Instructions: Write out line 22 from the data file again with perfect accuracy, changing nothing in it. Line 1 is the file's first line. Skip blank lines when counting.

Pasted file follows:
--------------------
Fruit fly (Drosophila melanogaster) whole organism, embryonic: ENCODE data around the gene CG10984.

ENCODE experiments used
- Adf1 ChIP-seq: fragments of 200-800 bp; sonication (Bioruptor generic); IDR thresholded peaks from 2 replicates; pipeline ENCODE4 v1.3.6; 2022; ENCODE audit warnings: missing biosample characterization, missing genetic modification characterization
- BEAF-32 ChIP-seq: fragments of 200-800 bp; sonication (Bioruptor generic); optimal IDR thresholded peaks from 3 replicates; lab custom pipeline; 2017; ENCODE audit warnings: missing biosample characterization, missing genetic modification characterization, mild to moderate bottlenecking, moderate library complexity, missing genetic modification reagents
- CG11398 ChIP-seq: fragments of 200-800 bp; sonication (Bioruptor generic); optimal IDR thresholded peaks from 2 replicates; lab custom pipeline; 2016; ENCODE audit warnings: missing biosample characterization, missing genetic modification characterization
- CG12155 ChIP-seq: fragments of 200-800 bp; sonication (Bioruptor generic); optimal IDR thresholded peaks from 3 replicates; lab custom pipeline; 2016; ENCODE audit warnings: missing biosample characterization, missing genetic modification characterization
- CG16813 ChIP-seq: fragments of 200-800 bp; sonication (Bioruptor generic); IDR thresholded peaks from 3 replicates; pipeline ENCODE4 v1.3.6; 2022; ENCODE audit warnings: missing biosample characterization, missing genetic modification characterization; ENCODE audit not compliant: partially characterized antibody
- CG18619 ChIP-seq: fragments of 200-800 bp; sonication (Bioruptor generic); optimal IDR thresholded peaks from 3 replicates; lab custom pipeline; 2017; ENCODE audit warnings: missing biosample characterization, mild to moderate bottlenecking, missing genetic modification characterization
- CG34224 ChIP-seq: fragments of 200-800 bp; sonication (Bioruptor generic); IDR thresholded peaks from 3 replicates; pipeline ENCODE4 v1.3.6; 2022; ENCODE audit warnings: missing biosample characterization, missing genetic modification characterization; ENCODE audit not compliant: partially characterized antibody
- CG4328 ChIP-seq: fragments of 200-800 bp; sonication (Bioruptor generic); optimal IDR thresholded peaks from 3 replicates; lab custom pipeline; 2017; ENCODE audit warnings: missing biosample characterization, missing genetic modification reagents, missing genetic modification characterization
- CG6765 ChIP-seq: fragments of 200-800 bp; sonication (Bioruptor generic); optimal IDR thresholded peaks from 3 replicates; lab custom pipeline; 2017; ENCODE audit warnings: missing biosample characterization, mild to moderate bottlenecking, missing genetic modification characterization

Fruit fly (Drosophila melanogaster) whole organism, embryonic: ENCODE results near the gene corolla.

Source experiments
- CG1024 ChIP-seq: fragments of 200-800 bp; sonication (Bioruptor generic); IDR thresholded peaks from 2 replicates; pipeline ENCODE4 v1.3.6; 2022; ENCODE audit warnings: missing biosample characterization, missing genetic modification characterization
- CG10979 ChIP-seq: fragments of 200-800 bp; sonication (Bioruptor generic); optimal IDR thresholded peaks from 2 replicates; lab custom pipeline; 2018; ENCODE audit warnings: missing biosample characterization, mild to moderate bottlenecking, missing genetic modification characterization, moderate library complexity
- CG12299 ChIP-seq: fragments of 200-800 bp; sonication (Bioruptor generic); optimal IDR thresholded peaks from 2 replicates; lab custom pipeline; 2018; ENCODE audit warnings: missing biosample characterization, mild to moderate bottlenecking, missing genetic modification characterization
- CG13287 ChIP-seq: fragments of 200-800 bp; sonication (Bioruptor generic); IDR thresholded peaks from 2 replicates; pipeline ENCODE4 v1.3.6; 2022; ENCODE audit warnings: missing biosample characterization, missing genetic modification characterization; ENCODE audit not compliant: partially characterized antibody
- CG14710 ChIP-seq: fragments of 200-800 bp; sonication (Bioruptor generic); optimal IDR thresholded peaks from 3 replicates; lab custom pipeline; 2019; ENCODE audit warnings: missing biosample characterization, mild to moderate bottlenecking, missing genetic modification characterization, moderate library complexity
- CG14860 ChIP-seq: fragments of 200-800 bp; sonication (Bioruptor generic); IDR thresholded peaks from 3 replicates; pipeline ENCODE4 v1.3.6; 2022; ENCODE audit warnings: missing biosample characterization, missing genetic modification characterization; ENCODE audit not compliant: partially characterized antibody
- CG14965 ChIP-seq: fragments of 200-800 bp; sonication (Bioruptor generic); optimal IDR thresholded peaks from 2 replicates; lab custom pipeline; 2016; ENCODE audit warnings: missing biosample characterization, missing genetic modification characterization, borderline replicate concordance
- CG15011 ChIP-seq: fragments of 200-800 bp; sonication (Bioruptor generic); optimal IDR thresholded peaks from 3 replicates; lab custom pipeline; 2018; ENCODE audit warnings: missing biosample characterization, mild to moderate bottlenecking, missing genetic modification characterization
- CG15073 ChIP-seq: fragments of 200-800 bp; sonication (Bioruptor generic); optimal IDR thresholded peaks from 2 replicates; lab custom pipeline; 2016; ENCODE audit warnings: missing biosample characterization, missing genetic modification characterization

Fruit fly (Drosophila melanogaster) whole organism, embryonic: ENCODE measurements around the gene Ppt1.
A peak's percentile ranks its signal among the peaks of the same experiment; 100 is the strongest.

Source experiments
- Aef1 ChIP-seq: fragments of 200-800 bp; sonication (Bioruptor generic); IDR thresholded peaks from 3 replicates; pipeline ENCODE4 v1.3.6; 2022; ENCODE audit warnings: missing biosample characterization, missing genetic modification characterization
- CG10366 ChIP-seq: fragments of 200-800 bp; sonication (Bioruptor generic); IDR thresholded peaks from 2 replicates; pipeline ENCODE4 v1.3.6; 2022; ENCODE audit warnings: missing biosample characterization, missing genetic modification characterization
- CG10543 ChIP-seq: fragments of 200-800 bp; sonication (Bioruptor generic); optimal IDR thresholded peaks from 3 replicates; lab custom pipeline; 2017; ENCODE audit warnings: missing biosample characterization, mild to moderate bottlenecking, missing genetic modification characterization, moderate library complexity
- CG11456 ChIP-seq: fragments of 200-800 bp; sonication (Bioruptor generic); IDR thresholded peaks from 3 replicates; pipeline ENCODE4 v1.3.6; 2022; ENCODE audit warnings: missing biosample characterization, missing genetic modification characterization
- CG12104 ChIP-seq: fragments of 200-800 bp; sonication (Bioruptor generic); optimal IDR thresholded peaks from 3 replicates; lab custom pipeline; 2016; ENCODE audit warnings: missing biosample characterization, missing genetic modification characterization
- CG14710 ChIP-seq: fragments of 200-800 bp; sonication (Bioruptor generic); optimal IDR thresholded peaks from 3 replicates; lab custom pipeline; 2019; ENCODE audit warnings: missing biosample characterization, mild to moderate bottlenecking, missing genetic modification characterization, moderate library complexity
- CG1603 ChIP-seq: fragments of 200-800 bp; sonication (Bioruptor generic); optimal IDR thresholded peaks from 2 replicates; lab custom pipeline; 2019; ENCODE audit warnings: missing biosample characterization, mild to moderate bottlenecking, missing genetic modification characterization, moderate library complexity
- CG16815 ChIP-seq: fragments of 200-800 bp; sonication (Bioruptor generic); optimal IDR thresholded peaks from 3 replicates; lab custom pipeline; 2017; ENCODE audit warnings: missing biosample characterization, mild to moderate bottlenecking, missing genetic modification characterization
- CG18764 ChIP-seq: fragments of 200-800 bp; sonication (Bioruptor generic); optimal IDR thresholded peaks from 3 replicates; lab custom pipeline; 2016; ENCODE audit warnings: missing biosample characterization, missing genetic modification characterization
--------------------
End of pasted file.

- CG15073 ChIP-seq: fragments of 200-800 bp; sonication (Bioruptor generic); optimal IDR thresholded peaks from 2 replicates; lab custom pipeline; 2016; ENCODE audit warnings: missing biosample characterization, missing genetic modification characterization